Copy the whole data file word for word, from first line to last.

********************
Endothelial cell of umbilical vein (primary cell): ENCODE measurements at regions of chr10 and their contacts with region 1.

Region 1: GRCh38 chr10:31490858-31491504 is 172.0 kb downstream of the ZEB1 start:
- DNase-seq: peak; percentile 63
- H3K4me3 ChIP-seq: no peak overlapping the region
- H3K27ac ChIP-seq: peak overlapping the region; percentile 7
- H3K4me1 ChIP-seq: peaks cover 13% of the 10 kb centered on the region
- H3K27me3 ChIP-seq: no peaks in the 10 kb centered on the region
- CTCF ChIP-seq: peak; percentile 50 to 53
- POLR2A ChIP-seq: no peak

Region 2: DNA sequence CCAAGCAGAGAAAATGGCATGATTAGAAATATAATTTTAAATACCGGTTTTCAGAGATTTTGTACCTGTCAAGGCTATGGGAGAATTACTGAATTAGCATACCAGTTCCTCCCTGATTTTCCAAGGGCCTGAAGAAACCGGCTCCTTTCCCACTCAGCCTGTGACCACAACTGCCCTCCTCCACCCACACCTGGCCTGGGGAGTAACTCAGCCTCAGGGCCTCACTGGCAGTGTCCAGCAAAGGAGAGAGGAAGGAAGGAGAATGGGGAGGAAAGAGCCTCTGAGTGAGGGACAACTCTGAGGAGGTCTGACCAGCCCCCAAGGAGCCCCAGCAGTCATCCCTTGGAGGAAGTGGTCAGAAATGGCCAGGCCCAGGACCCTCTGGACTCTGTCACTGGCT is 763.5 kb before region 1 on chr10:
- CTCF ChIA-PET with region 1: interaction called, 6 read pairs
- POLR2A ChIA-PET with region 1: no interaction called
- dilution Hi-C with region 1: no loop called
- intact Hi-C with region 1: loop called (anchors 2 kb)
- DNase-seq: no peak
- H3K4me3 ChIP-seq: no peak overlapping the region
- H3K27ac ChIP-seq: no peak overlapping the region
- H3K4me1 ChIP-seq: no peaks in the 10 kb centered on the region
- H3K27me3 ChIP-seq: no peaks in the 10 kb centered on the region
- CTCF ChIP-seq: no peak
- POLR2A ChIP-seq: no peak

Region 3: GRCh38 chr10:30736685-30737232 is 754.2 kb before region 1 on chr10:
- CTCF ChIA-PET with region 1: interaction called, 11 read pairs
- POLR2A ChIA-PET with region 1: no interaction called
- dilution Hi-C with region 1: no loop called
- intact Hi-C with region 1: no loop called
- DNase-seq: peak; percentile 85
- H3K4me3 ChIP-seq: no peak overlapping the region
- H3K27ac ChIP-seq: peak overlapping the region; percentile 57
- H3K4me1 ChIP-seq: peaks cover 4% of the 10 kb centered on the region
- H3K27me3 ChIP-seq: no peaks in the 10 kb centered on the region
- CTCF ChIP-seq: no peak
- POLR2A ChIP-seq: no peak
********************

Endothelial cell of umbilical vein (primary cell): ENCODE measurements at regions of chr10 and their contacts with region 1.

Region 1: GRCh38 chr10:31490858-31491504 is 172.0 kb downstream of the ZEB1 start:
- DNase-seq: peak; percentile 63
- H3K4me3 ChIP-seq: no peak overlapping the region
- H3K27ac ChIP-seq: peak overlapping the region; percentile 7
- H3K4me1 ChIP-seq: peaks cover 13% of the 10 kb centered on the region
- H3K27me3 ChIP-seq: no peaks in the 10 kb centered on the region
- CTCF ChIP-seq: peak; percentile 50 to 53
- POLR2A ChIP-seq: no peak

Region 2: DNA sequence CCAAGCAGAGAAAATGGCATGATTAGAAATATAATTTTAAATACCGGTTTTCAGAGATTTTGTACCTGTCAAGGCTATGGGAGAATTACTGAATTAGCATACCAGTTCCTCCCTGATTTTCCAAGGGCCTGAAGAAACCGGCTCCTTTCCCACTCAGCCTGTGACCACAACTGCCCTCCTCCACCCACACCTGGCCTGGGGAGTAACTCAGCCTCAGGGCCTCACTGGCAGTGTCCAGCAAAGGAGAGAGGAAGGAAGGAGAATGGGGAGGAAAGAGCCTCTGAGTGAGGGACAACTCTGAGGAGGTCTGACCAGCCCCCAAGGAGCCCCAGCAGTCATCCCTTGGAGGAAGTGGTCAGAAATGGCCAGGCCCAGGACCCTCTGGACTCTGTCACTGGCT is 763.5 kb before region 1 on chr10:
- CTCF ChIA-PET with region 1: interaction called, 6 read pairs
- POLR2A ChIA-PET with region 1: no interaction called
- dilution Hi-C with region 1: no loop called
- intact Hi-C with region 1: loop called (anchors 2 kb)
- DNase-seq: no peak
- H3K4me3 ChIP-seq: no peak overlapping the region
- H3K27ac ChIP-seq: no peak overlapping the region
- H3K4me1 ChIP-seq: no peaks in the 10 kb centered on the region
- H3K27me3 ChIP-seq: no peaks in the 10 kb centered on the region
- CTCF ChIP-seq: no peak
- POLR2A ChIP-seq: no peak

Region 3: GRCh38 chr10:30736685-30737232 is 754.2 kb before region 1 on chr10:
- CTCF ChIA-PET with region 1: interaction called, 11 read pairs
- POLR2A ChIA-PET with region 1: no interaction called
- dilution Hi-C with region 1: no loop called
- intact Hi-C with region 1: no loop called
- DNase-seq: peak; percentile 85
- H3K4me3 ChIP-seq: no peak overlapping the region
- H3K27ac ChIP-seq: peak overlapping the region; percentile 57
- H3K4me1 ChIP-seq: peaks cover 4% of the 10 kb centered on the region
- H3K27me3 ChIP-seq: no peaks in the 10 kb centered on the region
- CTCF ChIP-seq: no peak
- POLR2A ChIP-seq: no peak